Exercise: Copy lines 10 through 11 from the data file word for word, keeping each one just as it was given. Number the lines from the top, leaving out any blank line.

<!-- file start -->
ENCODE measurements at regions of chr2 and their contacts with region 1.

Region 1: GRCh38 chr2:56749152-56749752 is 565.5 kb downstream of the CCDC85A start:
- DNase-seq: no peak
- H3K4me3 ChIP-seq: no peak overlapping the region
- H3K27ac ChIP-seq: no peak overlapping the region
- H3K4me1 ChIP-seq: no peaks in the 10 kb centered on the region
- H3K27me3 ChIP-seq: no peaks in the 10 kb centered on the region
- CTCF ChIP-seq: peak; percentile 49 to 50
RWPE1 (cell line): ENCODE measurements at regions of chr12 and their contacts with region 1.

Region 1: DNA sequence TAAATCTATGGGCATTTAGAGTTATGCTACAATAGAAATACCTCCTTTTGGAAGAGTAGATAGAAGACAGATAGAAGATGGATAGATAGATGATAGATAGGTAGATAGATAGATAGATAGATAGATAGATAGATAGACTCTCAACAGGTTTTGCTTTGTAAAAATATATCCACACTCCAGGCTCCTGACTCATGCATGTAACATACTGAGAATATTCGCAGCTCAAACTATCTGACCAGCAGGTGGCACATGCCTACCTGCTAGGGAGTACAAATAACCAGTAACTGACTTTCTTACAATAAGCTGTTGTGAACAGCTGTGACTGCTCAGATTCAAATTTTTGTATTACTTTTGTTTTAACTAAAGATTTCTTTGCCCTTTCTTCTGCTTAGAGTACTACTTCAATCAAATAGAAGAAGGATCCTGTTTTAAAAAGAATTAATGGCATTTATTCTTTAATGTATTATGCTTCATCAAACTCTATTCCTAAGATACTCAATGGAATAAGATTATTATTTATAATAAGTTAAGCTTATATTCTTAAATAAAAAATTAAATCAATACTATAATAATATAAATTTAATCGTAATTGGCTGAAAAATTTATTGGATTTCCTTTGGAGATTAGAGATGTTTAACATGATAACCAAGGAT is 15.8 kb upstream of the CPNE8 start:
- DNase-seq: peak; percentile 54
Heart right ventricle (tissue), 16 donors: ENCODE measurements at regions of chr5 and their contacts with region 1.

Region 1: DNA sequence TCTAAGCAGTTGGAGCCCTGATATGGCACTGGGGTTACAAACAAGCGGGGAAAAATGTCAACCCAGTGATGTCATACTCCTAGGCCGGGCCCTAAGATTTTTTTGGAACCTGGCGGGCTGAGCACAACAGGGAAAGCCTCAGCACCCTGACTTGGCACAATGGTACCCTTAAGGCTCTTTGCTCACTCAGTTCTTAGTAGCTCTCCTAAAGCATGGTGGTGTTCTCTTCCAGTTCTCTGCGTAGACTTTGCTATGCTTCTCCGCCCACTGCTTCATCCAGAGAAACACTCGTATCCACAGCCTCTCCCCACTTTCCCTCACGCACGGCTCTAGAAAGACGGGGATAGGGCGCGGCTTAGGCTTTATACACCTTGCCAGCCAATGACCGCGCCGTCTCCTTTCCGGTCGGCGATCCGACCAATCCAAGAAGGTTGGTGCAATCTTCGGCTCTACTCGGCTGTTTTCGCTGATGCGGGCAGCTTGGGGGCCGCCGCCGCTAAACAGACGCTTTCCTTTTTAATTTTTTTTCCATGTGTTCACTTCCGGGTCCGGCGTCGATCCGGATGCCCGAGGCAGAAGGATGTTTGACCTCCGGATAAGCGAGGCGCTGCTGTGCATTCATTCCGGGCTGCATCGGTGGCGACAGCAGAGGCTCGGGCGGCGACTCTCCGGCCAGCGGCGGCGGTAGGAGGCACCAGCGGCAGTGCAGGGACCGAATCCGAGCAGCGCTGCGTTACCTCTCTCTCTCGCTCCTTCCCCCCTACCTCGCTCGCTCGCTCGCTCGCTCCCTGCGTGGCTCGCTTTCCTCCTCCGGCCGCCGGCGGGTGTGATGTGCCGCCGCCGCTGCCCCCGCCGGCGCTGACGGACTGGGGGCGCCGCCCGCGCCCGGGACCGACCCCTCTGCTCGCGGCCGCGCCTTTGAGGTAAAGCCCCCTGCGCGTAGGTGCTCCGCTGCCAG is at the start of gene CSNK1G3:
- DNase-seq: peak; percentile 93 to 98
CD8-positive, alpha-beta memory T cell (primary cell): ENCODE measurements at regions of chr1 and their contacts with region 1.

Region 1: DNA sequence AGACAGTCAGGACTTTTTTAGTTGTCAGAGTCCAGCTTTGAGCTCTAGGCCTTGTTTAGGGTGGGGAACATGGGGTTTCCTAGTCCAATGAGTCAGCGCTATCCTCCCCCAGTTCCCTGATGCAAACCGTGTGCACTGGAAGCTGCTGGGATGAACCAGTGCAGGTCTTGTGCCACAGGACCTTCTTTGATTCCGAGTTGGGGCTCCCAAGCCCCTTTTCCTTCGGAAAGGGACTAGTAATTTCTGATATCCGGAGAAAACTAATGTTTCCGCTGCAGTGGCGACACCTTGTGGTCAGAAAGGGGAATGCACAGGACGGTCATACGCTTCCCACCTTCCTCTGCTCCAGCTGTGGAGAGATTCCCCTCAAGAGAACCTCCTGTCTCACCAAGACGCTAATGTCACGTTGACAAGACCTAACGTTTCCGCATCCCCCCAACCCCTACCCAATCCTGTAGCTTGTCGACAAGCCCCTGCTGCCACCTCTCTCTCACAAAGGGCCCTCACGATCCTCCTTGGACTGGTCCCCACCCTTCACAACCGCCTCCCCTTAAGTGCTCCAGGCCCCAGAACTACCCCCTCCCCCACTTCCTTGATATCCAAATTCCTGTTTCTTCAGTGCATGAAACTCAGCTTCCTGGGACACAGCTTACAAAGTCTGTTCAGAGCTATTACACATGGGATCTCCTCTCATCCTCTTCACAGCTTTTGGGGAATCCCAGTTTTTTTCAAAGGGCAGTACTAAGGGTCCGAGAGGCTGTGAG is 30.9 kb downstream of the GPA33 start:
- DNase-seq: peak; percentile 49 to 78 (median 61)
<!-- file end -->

Region 1: DNA sequence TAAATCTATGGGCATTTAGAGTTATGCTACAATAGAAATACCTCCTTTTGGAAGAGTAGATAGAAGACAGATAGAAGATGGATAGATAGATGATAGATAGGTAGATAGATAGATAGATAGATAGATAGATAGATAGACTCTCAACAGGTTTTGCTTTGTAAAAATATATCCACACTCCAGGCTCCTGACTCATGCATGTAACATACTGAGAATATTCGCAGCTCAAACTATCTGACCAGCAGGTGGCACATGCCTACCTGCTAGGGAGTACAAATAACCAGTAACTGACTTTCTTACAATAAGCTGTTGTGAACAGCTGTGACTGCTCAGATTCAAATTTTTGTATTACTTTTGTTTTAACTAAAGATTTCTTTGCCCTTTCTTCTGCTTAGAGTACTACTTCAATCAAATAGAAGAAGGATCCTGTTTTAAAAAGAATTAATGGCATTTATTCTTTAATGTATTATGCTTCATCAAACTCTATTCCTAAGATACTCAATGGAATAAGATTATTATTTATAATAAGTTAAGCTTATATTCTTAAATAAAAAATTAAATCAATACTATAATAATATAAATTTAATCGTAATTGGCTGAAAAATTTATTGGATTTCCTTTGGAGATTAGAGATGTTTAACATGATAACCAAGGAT is 15.8 kb upstream of the CPNE8 start:
- DNase-seq: peak; percentile 54